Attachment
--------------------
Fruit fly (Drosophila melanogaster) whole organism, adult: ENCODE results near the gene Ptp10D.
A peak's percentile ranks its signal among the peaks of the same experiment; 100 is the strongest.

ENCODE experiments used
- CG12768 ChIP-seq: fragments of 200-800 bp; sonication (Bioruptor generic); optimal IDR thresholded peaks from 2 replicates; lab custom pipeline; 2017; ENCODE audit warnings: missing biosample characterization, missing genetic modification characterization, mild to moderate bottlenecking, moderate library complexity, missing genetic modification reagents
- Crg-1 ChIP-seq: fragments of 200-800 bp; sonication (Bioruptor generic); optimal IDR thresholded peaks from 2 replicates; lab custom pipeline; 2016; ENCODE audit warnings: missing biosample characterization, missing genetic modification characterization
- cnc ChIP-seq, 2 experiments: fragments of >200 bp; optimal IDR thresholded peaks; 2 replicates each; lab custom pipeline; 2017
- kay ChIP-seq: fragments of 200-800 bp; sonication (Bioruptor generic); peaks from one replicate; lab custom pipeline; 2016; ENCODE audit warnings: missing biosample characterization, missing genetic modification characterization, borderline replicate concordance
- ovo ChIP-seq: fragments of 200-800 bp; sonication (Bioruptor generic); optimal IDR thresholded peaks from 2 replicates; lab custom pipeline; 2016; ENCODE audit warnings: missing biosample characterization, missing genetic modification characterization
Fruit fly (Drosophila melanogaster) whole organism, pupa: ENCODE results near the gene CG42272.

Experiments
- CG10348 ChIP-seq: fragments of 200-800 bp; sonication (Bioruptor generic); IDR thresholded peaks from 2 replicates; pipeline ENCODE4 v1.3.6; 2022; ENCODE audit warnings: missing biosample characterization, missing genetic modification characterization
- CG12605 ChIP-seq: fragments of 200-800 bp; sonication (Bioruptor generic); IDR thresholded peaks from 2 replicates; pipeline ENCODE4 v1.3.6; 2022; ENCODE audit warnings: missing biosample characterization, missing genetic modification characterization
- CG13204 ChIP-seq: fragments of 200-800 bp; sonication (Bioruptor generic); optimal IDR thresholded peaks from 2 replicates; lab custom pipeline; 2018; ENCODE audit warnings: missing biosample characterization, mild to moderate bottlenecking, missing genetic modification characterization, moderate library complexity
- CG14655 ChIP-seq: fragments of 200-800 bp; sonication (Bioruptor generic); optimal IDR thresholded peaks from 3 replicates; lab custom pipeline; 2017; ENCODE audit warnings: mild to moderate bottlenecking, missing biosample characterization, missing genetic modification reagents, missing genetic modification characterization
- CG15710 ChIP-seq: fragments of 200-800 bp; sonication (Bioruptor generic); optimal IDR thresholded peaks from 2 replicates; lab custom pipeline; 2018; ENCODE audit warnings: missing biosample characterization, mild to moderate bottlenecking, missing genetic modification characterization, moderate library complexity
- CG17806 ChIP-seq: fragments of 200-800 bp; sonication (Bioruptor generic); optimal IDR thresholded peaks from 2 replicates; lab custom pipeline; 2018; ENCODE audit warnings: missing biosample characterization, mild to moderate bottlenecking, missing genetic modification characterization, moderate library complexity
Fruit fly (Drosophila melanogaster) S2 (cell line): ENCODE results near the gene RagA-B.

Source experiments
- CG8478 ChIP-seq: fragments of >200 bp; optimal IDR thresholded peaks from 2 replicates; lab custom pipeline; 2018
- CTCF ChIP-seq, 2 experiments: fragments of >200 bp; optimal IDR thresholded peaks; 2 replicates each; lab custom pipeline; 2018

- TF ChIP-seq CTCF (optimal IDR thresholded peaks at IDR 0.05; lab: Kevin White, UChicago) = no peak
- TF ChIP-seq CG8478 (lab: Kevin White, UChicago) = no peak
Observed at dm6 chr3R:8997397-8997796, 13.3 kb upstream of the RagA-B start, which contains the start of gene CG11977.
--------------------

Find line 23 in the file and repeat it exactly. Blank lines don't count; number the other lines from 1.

Observed at dm6 chr3R:8997397-8997796, 13.3 kb upstream of the RagA-B start, which contains the start of gene CG11977.